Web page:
nemo said...

Tee hee.

http://www.theonion.com/content/news_briefs/idaho_legislature_declares

Michelle said...

Thank you, Angie. The part I liked the most was about us all speaking Wampanoag. It's true. And, to boot, there is no official language in this country -- yet, let's pray that we get a Democrat in the oval office for the next 50 years (or so), so saying that those in the US should speak "our" language doesn't make sense. We have no national language. Thank God.

Carl said...

To end your frustration, you will have to stop being so evolved. If, on the other hand, you enjoy the diversity of life the way it is, you'll just have to learn to live with the primitive fearfulness of the masses.

Interestingly, English is a ridiculously non-homogeneous language. That's what makes it so great -- it's a mode of expression with fewer boundaries. Native English speakers don't have a pure language to fall back upon as their very own. But, of course, nothing prevents them from restricting their own vocabularies.

Chunky Photojournalist Barbie said...

Hey everyone! You know how I talked about the comments and the "OMG Me Too!" factor? I love when people weigh in, (hi karla, I don't know you were here! Welcome!) but I just want to say, this isn't my personal Amen corner. Disagree, debate, discuss... Or not. Whatever. :)

Stephen said...

Loving and Hating the Big O:
Why I'm in favor of and against an Official Language.

What makes America great is its diversity. Few on this board or elsewhere would argue otherwise. But diversity in and of itself yields nothing but chaos under normal circumstances. The popular concept of "diversity" is more than just "a wide variety of cultures and viewpoints," but additionally, "a wide variety of cultures and viewpoints joined together in mutual respect for mutual goals." In this country, the stated goals are Freedom, Democracy, all that good stuff. And I think we'd all agree that Italian-American, African-American, Anglo-American, Chinese-American, we're all equally American. For all our disparate cultures and histories, we all share the American culture and history. Baseball and Superman and Voting and all that. In what way is it detrimental to a person's ethnic culture to take part in their adopted country's culture?

The considerations are not only cultural but practical. Angie describes the terror of having to go to an ER and describe symptoms in a language you don't understand. Trying to deal with tax forms, your children's homework, even traffic signs when the language is incomprehensible.

But no one here is arguing against people learning English, if they have the desire. Far from it. The difficulty of "Official Language" is the default "otherness" it creates, the stigma of those who do not comply, the sense that it is an enforcable law. What's missed is that is SHOULD be enforcable law. But the citizens shouldn't be held accountable. The government should.

We should have a common language. One that would foster communication and understanding, and increased tolerance across ethnic an cultural lines. And if the government is going to require that everyone have the ability to speak it, they should provide the means for people to be educated. I believe in an official language, but until I see a government plan that tasks the government with education rather than the citizens with "assimilate or leave," I'll be voting against it.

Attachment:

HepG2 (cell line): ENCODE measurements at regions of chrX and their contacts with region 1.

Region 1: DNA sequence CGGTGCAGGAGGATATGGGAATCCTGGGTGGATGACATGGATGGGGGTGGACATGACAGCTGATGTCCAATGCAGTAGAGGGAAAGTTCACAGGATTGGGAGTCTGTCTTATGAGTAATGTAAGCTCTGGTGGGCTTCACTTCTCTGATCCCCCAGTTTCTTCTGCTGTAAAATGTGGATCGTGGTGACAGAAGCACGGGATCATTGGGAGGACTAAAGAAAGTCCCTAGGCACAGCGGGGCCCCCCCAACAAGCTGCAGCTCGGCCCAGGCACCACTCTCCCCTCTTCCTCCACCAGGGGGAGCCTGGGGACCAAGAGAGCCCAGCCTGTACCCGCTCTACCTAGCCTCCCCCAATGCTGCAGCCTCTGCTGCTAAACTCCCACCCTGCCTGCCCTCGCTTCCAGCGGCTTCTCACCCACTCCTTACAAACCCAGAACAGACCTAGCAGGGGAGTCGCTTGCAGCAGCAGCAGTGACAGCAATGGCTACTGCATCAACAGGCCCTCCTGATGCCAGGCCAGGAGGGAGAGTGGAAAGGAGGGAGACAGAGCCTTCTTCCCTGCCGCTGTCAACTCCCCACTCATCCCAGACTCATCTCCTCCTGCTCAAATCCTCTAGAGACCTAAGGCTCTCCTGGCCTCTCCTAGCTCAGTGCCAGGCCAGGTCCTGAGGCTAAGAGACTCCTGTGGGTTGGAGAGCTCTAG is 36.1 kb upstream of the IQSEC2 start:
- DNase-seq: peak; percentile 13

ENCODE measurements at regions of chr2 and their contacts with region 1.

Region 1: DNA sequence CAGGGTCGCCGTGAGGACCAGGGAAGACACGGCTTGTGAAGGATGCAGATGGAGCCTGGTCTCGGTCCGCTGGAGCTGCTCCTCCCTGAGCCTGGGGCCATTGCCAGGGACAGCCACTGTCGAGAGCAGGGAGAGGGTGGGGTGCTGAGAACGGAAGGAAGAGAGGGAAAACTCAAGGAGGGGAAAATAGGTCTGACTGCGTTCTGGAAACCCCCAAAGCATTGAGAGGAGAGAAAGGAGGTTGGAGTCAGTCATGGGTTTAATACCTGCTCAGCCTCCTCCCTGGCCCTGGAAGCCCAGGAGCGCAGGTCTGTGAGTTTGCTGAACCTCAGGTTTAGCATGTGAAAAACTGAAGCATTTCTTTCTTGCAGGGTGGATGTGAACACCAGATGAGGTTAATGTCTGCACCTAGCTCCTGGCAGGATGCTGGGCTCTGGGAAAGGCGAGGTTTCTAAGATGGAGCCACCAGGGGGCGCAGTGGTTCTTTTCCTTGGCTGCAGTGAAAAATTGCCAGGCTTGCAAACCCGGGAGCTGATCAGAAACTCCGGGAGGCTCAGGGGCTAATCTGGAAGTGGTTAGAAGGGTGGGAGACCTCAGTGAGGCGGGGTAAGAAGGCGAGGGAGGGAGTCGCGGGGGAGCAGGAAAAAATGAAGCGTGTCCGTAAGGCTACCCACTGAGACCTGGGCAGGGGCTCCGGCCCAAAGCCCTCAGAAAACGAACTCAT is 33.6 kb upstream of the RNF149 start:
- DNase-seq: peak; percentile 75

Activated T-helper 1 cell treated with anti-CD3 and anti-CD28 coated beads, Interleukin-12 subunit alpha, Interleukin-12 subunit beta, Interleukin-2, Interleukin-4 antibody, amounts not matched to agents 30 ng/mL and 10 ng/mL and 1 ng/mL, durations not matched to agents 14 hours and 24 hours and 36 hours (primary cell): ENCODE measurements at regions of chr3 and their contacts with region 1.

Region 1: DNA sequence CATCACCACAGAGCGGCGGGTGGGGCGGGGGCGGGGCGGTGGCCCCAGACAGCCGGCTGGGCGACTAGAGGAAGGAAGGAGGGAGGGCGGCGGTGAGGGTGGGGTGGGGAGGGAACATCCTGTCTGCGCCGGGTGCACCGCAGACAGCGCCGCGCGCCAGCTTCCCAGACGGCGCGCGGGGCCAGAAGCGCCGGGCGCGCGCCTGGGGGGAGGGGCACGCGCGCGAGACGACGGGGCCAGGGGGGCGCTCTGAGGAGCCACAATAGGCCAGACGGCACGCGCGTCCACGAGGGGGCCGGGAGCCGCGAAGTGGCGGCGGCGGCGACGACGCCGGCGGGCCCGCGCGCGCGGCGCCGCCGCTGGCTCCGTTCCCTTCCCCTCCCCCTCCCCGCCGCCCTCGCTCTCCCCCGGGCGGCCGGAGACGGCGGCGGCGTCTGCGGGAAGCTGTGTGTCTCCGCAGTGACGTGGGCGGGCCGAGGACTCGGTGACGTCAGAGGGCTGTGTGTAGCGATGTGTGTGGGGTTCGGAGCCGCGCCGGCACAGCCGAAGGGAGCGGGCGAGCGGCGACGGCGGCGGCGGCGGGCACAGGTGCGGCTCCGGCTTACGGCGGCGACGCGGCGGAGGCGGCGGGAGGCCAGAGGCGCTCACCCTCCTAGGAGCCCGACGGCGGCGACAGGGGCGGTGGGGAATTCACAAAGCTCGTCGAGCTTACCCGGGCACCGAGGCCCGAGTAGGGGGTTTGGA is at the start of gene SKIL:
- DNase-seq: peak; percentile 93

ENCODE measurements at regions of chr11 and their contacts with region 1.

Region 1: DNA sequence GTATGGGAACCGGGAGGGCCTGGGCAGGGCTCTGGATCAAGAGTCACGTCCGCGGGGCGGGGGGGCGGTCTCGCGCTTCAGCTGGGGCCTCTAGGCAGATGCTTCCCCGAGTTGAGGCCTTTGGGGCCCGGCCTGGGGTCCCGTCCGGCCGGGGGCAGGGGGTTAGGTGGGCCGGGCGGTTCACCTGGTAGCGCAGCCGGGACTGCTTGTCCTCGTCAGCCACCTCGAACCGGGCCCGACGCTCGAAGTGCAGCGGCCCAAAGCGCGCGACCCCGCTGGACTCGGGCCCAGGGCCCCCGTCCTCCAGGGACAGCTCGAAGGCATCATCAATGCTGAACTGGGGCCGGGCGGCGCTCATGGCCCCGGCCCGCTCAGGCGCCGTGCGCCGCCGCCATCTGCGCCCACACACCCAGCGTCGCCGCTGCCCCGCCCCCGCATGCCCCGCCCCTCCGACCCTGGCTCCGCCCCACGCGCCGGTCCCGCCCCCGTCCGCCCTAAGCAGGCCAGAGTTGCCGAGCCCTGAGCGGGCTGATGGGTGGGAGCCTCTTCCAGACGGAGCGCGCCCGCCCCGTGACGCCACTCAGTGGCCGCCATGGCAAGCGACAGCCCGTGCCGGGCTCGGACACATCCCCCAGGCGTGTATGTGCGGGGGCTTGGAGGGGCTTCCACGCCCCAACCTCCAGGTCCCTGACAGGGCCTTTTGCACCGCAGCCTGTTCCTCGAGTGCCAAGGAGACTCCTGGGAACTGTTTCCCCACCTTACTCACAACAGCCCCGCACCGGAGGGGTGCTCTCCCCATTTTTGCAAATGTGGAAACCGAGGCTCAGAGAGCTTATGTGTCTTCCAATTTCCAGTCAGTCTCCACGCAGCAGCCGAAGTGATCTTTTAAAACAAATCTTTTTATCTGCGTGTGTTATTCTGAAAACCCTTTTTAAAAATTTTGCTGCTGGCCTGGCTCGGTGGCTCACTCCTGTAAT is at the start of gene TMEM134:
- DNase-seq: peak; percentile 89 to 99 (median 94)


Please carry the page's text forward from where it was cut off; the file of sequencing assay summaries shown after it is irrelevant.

Anonymous said...

Gracias,

Madre

jeneflower said...

Thanks for your post. Being a USA citizen and native English speaker who is moving to South Korea (no choice with the military) I expect to feel similiar discrimination because I don't know any Korean, and the little I will learn will have a horrible English accent I am sure. Hopefully there will be accepting Koreans who feel like you do.

Lo Lo said...

Angie, had no idea you were bilingual! You go girl! I'm dying to take as many Italian classes as possible while I'm in college.

That entry just goes to show how many close-minded people are in the world. Just because someone gets put into an uncomfortable situation where they can't understand the other person because English is not their first language, they're automatically ranting that everyone speak perfect English.

I bet they never took a moment to think about how the other person feels and how embarassing and frustrating it is to not be understood. Should we also be angry at those who are mute, or even deaf, because we can't understand them perfectly? It's pathetic.


Thanks for the post!
--Lauren

Tara said...
This comment has been removed by the author.
Tara said...

Hi Angie,

I don't think you know me -- but I'm a friend of Shannon's and I've heard a lot about you.

I live in BC Canada, and the city where I live has become so full of Asian people that caucasians are the minority.

I was born and raised in this city, and this process has happened over the short period of my lifetime.

There are a lot of people that are resentful of this situation, citing the frustration of dealing with people who are not english-speaking, the cultural differences, all the chinese signage that has gone up etc.

My point is, why is it that what we don't understand is considered bad?

We have a choice, we can be angry and impatient with 'immigrants' (we were all immigrants once, weren't we?) or we can accept the evolution of our global village and learn what we can about other cultures.

I personally think it makes for a richer and more interesting life to learn about, accept and enjoy other cultures.

There's my 2 cents ;)

Chunky Photojournalist Barbie said...

Hi Tara! Thanks for weighing in, :) See you in NYC soon! (Cupcake!)